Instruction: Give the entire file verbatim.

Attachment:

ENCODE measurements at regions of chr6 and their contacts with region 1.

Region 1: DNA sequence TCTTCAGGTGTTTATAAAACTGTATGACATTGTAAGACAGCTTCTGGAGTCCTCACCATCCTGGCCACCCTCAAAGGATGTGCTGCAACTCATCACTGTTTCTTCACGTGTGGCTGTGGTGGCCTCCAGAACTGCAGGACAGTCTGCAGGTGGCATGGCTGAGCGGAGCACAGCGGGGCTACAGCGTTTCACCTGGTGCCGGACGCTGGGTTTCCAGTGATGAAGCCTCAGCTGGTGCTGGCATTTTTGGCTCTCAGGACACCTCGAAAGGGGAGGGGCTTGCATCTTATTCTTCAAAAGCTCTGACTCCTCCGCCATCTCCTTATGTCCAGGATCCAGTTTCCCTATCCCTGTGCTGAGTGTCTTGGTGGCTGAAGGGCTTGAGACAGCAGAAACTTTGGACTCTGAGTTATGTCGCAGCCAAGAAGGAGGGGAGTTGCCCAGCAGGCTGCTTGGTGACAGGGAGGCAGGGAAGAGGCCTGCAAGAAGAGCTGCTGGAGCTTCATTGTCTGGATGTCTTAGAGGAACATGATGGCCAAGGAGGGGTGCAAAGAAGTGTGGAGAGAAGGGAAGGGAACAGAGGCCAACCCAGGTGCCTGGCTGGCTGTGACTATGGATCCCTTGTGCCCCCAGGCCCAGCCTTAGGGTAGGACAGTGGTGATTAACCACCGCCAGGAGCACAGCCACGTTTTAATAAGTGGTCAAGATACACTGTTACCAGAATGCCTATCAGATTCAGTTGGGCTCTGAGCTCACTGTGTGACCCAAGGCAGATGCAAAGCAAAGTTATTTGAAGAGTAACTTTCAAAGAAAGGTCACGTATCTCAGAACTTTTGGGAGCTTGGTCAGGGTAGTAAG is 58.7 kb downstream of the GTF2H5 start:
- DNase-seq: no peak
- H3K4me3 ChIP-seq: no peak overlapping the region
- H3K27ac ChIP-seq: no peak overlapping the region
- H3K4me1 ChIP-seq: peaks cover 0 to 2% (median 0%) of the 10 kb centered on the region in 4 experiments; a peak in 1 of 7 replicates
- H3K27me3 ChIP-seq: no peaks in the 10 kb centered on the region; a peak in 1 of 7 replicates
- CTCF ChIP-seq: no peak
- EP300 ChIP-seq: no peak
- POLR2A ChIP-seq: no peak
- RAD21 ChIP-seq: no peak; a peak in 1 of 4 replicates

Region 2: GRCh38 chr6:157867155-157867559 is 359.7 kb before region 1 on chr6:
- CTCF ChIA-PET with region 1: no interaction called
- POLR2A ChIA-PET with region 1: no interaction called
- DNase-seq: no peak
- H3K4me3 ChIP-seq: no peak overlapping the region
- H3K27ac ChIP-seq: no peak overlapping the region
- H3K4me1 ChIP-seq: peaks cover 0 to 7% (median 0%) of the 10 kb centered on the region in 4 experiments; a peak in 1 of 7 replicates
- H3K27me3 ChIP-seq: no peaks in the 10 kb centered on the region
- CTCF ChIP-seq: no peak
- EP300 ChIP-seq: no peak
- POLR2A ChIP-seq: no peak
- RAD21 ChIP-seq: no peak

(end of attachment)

ENCODE measurements at regions of chr6 and their contacts with region 1.

Region 1: DNA sequence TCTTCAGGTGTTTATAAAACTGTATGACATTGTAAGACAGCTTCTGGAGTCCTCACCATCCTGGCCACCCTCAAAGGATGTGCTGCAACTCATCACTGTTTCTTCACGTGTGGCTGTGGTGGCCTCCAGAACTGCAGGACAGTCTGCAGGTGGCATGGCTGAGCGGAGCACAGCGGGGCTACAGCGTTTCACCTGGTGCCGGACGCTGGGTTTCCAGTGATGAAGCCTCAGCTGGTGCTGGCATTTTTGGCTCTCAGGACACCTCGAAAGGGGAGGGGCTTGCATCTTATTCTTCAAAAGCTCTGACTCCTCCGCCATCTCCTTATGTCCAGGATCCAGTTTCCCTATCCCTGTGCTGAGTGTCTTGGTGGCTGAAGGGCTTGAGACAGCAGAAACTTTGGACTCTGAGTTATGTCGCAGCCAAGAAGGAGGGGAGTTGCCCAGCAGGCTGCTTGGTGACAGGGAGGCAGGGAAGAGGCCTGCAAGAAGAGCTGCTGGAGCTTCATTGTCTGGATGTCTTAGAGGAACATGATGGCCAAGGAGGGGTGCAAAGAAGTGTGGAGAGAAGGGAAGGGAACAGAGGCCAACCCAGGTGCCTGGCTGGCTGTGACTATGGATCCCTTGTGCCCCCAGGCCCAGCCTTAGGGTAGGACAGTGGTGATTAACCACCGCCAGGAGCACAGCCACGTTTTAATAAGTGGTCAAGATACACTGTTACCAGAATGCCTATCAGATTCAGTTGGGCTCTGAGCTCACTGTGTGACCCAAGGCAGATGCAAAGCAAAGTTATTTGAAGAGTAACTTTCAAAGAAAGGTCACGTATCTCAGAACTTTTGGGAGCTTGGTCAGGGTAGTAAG is 58.7 kb downstream of the GTF2H5 start:
- DNase-seq: no peak
- H3K4me3 ChIP-seq: no peak overlapping the region
- H3K27ac ChIP-seq: no peak overlapping the region
- H3K4me1 ChIP-seq: peaks cover 0 to 2% (median 0%) of the 10 kb centered on the region in 4 experiments; a peak in 1 of 7 replicates
- H3K27me3 ChIP-seq: no peaks in the 10 kb centered on the region; a peak in 1 of 7 replicates
- CTCF ChIP-seq: no peak
- EP300 ChIP-seq: no peak
- POLR2A ChIP-seq: no peak
- RAD21 ChIP-seq: no peak; a peak in 1 of 4 replicates

Region 2: GRCh38 chr6:157867155-157867559 is 359.7 kb before region 1 on chr6:
- CTCF ChIA-PET with region 1: no interaction called
- POLR2A ChIA-PET with region 1: no interaction called
- DNase-seq: no peak
- H3K4me3 ChIP-seq: no peak overlapping the region
- H3K27ac ChIP-seq: no peak overlapping the region
- H3K4me1 ChIP-seq: peaks cover 0 to 7% (median 0%) of the 10 kb centered on the region in 4 experiments; a peak in 1 of 7 replicates
- H3K27me3 ChIP-seq: no peaks in the 10 kb centered on the region
- CTCF ChIP-seq: no peak
- EP300 ChIP-seq: no peak
- POLR2A ChIP-seq: no peak
- RAD21 ChIP-seq: no peak